Made of four short tales, linked by a story filmed by Wim Wenders. Taking place in Ferrara, Portofino, Aix en Provence and Paris, each story, which always a woman as the crux of the story, ... See full summary »
At Zabriskie Point, United States' lowest point, two perfect strangers meet; an undergraduate dreamer and a young hippie student who start off an unrestrained romance, making love on the dusty terrain.
I was actually looking forward to the documentaries this week to shed some insight into the man whose films are showcased in the Retrospective, but after today's session, I'm inclined to believe I've to wait until the last week's set of documentaries to savour what I had expected. One wonders about the significance of the title, and as explained by Lorenzo Cordelli, Enrica actually had gotten some flak for getting Michelangelo Antonioni out to do film work, despite his partial paralysis from a stroke. But as the title suggests, because of high medical expenses and funds running low, he has to, unfortunately, pay the bills too, and hence his involvement in the movie Beyond the Clouds.
Co-directed by Wim Wenders, we see glimpses of how Antonioni got to direct with limited mobility, though much of it had Wim Wenders in the central role of explaining Antonioni's vision and direction to cast and crew alike. From interview pieces with Wenders, we get to understand a little bit more on this collaboration process, and it explains quite clearly the dynamics between the two filmmakers on the set. What was sorely missed however, was more of Antonioni, as there wasn't any time set aside to hear what he has to share, and we can only try to understand from the little bits and pieces from his limited screen time.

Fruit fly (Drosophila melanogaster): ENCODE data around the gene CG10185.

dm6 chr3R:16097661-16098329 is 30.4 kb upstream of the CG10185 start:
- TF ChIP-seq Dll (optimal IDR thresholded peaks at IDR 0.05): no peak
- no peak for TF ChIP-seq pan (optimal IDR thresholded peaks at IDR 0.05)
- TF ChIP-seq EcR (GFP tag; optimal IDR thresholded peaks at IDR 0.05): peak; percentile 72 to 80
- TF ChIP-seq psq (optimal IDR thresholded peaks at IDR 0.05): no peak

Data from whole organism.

It's very Beyond the Clouds specific, so much so that it could be deemed as a making-of documentary of the movie, rather than a general one on Antonioni. With cast interviews from Jean Reno to Sophie Marceau, given the large number of actors and actresses featured in what essentially is a collection of short films, we get to learn more about the cast's thoughts and feeling towards Antonioni's style and direction, and to hear about their thrill of being casted in an Antonioni movie. We get to experience certain events on set, but that's about it.
At most it whet my appetite for the movie, as it'll be screened only week after in this Retrospect, and to hang in there for more documentaries that will hopefully shed additional light on the big man himself.
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